Teaching Programming with Computational and Informational Thinking

Greg Michaelson


Computers are the dominant technology of the early 21st century: pretty well all aspects of economic, social and personal life are now unthinkable without them. In turn, computer hardware is controlled by software, that is, codes written in programming languages. Programming, the construction of software, is thus a fundamental activity, in which millions of people are engaged worldwide, and the teaching of programming is long established in international secondary and higher education. Yet, going on 70 years after the first computers were built, there is no well-established pedagogy for teaching programming.


There has certainly been no shortage of approaches. However, these have often been driven by fashion, an enthusiastic amateurism or a wish to follow best industrial practice, which, while appropriate for mature professionals, is poorly suited to novice programmers. Much of the difficulty lies in the very close relationship between problem solving and programming. Once a problem is well characterised it is relatively straightforward to realise a solution in software. However, teaching problem solving is, if anything, less well understood than teaching programming.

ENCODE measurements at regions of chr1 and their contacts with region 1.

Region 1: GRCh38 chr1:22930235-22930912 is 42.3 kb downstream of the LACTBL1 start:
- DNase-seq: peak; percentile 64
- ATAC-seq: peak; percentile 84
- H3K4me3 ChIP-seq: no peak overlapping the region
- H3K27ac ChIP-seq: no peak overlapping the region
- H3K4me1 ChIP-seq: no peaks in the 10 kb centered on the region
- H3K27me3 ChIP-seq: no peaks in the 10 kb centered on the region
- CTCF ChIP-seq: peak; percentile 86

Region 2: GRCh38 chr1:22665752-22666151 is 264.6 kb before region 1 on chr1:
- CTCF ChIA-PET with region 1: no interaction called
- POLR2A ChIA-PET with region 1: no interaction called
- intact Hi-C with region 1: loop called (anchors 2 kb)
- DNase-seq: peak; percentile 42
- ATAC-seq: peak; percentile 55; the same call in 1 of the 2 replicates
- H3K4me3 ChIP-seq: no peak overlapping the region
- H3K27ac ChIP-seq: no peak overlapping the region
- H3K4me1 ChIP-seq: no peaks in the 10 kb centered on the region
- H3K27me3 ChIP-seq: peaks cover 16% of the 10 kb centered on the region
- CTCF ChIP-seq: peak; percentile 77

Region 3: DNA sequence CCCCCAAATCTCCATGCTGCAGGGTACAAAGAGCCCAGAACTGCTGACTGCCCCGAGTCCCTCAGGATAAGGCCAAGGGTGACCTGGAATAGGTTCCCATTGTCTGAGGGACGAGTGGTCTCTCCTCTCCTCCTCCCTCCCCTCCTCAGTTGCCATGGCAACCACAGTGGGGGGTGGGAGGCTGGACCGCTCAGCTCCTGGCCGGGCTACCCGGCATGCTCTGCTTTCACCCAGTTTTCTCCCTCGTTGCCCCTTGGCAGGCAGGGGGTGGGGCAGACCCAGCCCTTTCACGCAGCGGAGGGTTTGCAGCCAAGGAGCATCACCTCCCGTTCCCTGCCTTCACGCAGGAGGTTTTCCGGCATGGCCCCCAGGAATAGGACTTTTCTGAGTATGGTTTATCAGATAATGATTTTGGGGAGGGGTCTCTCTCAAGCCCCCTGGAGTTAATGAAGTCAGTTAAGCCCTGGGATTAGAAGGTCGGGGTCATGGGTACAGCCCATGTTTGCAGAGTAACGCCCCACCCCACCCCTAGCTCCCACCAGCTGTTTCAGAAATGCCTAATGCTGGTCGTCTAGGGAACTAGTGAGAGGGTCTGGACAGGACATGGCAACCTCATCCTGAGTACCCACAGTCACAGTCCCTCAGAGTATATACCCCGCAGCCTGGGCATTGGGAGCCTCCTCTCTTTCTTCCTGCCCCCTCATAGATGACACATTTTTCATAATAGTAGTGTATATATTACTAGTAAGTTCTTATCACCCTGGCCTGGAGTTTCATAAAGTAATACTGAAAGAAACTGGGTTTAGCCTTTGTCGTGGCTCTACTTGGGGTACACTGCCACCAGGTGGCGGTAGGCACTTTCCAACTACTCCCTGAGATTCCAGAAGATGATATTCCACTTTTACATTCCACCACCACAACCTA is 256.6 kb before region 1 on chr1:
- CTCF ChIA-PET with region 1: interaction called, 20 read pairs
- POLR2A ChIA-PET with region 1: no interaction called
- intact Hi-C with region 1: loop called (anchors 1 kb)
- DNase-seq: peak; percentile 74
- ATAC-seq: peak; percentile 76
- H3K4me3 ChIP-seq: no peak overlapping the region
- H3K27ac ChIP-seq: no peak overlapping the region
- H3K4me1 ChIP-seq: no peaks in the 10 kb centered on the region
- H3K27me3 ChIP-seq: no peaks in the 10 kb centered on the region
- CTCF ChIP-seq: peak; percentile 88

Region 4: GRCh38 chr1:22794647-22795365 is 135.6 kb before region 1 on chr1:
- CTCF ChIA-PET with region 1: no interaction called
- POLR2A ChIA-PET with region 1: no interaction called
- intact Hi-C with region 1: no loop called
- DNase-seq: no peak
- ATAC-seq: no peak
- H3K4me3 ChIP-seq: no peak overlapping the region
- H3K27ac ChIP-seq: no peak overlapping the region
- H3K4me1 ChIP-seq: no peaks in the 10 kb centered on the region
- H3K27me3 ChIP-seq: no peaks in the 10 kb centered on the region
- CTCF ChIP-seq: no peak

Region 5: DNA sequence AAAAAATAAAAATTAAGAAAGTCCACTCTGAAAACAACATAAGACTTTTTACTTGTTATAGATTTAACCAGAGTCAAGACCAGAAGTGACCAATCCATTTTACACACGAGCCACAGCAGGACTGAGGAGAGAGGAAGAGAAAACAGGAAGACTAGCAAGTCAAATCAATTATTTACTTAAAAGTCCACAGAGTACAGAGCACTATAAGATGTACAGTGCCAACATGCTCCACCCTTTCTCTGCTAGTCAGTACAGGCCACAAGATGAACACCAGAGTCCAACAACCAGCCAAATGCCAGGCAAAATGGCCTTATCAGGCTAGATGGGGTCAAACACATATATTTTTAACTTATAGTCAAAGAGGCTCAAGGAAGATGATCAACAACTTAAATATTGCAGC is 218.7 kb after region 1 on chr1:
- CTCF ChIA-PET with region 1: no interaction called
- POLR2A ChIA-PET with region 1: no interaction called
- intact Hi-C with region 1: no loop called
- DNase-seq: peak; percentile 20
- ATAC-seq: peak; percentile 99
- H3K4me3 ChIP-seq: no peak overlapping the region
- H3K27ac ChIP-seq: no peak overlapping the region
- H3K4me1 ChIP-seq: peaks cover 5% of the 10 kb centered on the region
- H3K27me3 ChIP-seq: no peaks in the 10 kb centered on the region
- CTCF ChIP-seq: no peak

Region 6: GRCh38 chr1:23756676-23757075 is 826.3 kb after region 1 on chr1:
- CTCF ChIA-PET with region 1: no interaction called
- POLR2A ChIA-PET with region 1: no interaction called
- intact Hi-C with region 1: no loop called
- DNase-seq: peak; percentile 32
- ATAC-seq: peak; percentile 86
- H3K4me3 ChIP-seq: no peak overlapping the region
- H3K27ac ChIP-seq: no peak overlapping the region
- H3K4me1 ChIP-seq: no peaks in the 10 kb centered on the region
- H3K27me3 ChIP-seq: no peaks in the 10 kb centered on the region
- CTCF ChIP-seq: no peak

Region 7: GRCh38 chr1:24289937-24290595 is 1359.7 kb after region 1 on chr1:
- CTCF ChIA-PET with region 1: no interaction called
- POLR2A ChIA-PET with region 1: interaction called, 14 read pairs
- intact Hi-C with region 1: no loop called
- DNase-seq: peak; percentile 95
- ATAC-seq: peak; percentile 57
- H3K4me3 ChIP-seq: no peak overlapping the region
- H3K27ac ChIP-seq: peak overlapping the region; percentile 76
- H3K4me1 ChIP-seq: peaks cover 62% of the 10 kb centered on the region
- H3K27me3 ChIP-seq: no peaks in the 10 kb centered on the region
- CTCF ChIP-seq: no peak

Problem solving seems to be a creative, holistic, dialectical, multi-dimensional, iterative process. While there are well established techniques for analysing problems, arbitrary problems cannot be solved by rote, by mechanically applying techniques in some prescribed linear order. Furthermore, historically, approaches to teaching programming have failed to account for this complexity in problem solving, focusing strongly on programming itself and, if at all, only partially and superficially exploring problem solving.

Recently, an integrated approach to problem solving and programming called Computational Thinking (CT) (Wing, 2006) has gained considerable currency. CT has the enormous advantage over prior approaches of strongly emphasising problem solving and of making explicit core techniques. Nonetheless, there is still a tendency to view CT as prescriptive rather than creative, engendering scholastic arguments about the nature and status of CT techniques. Programming at heart is concerned with processing information but many accounts of CT emphasise processing over information rather than seeing then as intimately related.


In this paper, while acknowledging and building on the strengths of CT, I argue that understanding the form and structure of information should be primary in any pedagogy of programming.


computational thinking; informational thinking; programming; teaching

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